Last week’s two mass murders carried out by militants allegedly associated with the Islamic State (IS) took place shortly after the release of the State Department’s annual Country Reports on Terrorism 2014. Country Reports is 389 pages long, broken down by country and region. It also includes statistical charts, a focus on state sponsors, and analysis of transnational issues. It is worth a read if only to gain some insight into how the United States government views an issue as unwieldy and ultimately indefinable as “international terrorism.”
Initial reactions from interested parties and the media suggest that one can find something in the report to support nearly any point of view if one looks hard enough. The New York Times emphasized in its headline that “Iran still aids terrorism,” a conclusion also reached by the neoconservative Washington Institute for Near East Policy (WINEP). Critics and friends of Israel, meanwhile, found the report’s explicit detailing of the Palestinian civilian deaths that occurred during the fighting in Gaza last summer either an “about time” moment or just one more indication that the White House is intent on punishing Benjamin Netanyahu.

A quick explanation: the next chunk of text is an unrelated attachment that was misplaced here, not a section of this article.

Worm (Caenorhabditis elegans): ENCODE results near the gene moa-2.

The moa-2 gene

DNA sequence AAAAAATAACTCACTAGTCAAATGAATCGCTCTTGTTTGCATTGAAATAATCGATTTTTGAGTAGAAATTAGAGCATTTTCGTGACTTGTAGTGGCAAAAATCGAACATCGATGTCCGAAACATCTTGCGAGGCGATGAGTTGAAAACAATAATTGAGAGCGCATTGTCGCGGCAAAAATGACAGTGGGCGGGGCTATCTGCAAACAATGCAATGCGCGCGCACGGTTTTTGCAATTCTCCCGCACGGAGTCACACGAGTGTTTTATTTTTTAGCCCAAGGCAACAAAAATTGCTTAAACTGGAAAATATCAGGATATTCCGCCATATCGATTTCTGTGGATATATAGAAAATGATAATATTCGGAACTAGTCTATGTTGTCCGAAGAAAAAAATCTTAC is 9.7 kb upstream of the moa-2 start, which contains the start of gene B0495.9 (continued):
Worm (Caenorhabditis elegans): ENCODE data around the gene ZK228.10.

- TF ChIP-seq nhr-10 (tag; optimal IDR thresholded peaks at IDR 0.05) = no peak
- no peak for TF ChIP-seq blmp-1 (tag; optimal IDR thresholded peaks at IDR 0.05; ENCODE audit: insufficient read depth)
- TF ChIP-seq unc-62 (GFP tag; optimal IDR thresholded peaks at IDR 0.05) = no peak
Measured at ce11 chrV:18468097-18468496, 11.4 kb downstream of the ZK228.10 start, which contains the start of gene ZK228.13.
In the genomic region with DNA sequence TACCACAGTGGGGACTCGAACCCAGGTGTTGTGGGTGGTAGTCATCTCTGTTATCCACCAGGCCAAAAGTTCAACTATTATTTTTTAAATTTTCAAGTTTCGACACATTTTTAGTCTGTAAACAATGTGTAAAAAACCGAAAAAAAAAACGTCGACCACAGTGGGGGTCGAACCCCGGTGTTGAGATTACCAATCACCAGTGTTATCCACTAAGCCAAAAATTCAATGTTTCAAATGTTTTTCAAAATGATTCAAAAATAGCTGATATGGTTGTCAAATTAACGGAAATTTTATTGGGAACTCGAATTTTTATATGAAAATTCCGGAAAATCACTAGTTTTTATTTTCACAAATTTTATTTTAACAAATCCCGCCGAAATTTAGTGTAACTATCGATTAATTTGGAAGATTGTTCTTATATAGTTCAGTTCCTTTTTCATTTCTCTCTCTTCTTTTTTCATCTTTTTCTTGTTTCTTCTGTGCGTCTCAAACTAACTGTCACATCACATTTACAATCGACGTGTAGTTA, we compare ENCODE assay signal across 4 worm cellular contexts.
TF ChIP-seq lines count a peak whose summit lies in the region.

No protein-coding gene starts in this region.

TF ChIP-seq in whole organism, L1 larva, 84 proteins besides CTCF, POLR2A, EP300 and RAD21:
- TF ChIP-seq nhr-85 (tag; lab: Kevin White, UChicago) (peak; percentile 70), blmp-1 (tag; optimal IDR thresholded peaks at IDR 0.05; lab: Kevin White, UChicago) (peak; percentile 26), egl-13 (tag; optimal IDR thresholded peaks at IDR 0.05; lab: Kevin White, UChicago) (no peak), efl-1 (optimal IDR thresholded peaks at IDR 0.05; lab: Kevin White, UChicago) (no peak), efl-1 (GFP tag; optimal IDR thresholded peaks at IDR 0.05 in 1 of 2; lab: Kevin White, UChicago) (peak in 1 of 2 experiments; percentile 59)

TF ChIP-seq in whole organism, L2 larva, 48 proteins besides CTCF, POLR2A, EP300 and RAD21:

I found the report to be somewhat perplexing, at times contradictory in terms of how it defines terrorism and what conclusions it draws. The 21st century might well be called the century of the terrorist. Terrorism is constantly in the news in one form or another and American newspapers have been reporting that “terrorism trend lines are ‘worse than at any other point in history.’” But what is terrorism? It has frequently been pointed out that “terrorism” is a tactic, not an actual physical adversary, though it is less often noted that a simple definition of what constitutes terrorism is hardly universally accepted, while the designation itself is essentially political. The glib assertion that one man’s terrorist is another man’s freedom fighter fails to capture the distinction’s consequences as the terror label itself increasingly comes with a number of legal and practical liabilities attached. Describing an organization as terroristic in order to discredit it has itself become a tactic, and one that sometimes has only limited applicability to what the group in question actually believes or does.
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